Recommendation #1: The Governor and the Legislature should direct the Board of Forestry to develop integrated policies and guidelines -- in consultation with the Department of Forestry and Fire Protection, the Department of Fish and Game, the timber industry and environmental groups -- to govern wildlife, fish and plant issues raised by Timber Harvest Plans.
Recommendation #2: The Governor and the Legislature should enact legislation that make regulations promulgated by the Board of Forestry effective at specific times of the year.
Recommendation #3: The Governor and the Legislature should enact legislation to extend the public comment period for Timber Harvest Plan reviews and require notification of outcome.
Finding #2: The Timber Harvest Plan process has not proven effective in achieving a sound balance between economic and environmental concerns.
The authorizing statutes for the Timber Harvest Plan set the stage for logging while acknowledging the need to protect natural resources, including waterways, wildlife, fish, plants, scenic views and recreational areas. Despite timber industry complaints about the process, harvesting on private land has declined only marginally in the past five years and plans are routinely approved -- both signs that economic interests are being met. But the plan process has proven less effective in protecting the environment, as demonstrated in three areas:
* The process looks at potential damage on a site-by-site basis rather than across entire ecosystems, making it difficult to assess cumulative impacts over time and throughout watersheds.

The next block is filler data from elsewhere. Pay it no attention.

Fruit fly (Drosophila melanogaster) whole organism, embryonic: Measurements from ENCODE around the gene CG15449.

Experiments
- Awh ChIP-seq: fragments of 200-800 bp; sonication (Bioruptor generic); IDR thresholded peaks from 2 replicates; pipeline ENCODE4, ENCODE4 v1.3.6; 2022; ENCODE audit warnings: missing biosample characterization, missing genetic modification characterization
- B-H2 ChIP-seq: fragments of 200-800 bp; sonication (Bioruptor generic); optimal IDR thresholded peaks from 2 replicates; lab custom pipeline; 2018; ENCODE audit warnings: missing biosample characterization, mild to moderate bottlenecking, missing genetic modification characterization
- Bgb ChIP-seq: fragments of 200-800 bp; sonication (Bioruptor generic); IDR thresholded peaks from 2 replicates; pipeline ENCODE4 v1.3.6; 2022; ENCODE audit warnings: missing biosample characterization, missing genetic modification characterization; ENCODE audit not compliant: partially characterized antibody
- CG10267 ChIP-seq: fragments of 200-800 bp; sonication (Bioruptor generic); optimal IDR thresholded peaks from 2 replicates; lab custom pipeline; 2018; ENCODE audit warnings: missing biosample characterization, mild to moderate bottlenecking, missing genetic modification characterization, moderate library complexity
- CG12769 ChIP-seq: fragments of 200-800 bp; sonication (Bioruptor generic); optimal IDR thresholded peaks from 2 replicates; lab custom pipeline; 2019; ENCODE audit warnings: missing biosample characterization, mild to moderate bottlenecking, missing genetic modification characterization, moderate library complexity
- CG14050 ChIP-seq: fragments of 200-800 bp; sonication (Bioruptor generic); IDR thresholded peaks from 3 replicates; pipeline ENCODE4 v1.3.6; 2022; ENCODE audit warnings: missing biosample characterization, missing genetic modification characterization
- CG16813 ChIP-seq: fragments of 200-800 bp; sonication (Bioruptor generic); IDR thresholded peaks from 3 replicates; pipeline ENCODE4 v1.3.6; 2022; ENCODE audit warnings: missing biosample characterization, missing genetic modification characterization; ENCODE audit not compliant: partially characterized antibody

* Litigation rather than resolution is often the focus of the participants, leading to a strained decision-making process and lack of consensus.
* Resources and priorities are devoted to issues of process rather than outcome, with the result that people are more interested in dotting i's and crossing t's than in how effective mitigation measures are.
Recommendation #4: The Governor and the Legislature should enact legislation to require the completion of master protection plans for watersheds containing productive forests.
Recommendation #5: The Governor and the Legislature should direct the Board of Forestry to establish a certification process allowing timber owners to satisfy environmental concerns in advance of harvest proposals.
Recommendation #6: The Governor and the Legislature should direct the Board of Forestry to develop an objective environmental-risk assessment system that would assist in the evaluation of Timber Harvest Plans.
Recommendation #7: The Governor and the Legislature should enact legislation establishing a public appeals process to allow non-litigation challenges to Timber Harvest Plan approvals.
Recommendation #8: The Governor and the Legislature should enact legislation to direct the Department of Forestry and Fire Protection to draft a plan within one year for shifting priorities from plan review to performance monitoring, feedback on effectiveness of requirements and enforcement activities.